The French term bon vivant, meaning "one who lives well", refers to a person who enjoys the good things of life. The pseudo-French phrase bon viveur was popular in English in the mid 19th century, modelled on the French term.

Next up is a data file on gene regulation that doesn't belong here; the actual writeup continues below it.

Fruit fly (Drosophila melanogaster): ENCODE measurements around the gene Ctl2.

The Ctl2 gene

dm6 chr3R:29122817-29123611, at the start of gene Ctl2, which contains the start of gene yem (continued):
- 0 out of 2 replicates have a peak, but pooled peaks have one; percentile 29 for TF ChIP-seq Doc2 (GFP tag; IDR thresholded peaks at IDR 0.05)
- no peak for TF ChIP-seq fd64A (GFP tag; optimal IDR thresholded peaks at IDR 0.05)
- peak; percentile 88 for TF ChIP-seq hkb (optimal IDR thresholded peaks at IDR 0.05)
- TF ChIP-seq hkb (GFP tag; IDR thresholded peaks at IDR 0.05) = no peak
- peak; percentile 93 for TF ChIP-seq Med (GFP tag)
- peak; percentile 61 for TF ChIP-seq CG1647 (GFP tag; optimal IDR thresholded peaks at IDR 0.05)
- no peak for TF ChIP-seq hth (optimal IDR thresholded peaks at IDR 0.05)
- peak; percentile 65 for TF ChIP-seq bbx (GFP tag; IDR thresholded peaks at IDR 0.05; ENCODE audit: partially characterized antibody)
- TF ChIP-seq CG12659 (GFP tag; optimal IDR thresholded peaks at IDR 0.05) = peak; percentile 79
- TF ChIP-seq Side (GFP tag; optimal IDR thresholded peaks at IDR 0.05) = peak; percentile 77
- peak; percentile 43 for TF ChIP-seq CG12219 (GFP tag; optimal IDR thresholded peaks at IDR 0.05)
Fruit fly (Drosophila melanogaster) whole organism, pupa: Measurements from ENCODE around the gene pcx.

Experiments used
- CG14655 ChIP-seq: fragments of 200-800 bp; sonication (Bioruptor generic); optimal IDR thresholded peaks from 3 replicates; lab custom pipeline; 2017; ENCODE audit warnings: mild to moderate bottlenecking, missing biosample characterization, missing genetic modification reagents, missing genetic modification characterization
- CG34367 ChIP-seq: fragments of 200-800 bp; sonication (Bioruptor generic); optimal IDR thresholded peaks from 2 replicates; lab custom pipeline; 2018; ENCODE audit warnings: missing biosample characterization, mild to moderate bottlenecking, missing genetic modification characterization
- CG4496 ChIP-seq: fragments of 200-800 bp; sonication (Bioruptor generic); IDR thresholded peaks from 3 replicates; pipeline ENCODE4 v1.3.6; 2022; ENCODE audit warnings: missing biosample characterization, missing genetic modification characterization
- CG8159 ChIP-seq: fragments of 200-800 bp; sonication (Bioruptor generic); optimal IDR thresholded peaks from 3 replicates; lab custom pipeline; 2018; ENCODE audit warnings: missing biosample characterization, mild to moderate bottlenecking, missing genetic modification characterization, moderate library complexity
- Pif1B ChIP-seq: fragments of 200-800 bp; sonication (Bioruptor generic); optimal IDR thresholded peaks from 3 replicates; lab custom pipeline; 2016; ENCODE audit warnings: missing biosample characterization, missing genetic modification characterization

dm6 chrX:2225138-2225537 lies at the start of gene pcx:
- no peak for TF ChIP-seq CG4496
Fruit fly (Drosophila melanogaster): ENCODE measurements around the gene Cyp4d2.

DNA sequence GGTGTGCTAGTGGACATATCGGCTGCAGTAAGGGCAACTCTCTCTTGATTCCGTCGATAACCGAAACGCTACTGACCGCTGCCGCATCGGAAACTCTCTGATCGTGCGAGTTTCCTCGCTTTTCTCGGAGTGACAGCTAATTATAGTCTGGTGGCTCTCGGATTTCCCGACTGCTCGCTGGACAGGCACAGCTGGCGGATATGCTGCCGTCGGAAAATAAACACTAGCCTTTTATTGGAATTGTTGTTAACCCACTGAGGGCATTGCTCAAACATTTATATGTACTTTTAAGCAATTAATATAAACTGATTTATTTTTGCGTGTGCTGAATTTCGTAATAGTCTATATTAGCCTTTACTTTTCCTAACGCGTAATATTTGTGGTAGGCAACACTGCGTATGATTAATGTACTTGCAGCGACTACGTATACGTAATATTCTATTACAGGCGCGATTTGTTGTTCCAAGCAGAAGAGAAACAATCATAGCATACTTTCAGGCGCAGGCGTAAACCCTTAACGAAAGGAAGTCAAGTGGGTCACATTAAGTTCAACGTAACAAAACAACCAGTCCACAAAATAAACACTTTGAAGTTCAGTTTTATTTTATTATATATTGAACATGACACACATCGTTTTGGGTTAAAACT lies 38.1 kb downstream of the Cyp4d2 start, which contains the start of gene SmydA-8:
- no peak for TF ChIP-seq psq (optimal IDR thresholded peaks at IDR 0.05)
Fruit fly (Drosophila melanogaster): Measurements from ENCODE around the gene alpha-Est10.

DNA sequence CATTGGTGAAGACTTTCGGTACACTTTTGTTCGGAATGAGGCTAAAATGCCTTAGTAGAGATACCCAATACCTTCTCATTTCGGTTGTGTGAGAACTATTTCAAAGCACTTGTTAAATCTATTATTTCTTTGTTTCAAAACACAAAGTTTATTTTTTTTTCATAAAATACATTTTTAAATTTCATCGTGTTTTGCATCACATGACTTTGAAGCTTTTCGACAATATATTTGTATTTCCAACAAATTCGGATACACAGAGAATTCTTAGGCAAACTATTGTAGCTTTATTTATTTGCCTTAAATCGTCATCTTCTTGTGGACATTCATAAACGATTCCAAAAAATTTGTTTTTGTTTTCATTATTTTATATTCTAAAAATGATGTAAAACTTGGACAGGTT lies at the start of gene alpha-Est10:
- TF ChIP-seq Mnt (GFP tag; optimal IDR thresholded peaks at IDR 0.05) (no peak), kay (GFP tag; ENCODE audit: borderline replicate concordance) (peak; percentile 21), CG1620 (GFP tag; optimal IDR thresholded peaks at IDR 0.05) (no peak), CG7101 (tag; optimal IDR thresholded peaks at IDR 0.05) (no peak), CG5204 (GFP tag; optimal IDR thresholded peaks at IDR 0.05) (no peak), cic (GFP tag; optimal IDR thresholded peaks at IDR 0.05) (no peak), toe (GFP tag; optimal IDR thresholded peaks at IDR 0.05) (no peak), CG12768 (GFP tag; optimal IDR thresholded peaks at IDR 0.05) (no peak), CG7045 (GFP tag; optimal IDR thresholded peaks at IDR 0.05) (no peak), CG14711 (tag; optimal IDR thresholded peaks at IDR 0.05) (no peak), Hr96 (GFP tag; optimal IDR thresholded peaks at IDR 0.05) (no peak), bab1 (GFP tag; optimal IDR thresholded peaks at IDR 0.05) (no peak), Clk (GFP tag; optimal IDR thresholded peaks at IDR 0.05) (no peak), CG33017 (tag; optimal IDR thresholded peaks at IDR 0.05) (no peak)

The type was exemplified by Johnnie Cradock who, with his wife Fanny, wrote a restaurant review column in the Daily Telegraph using Bon viveur as a nom de plume. Other examples include Clement Freud, Keith Floyd, John Mortimer and Michael Winner.
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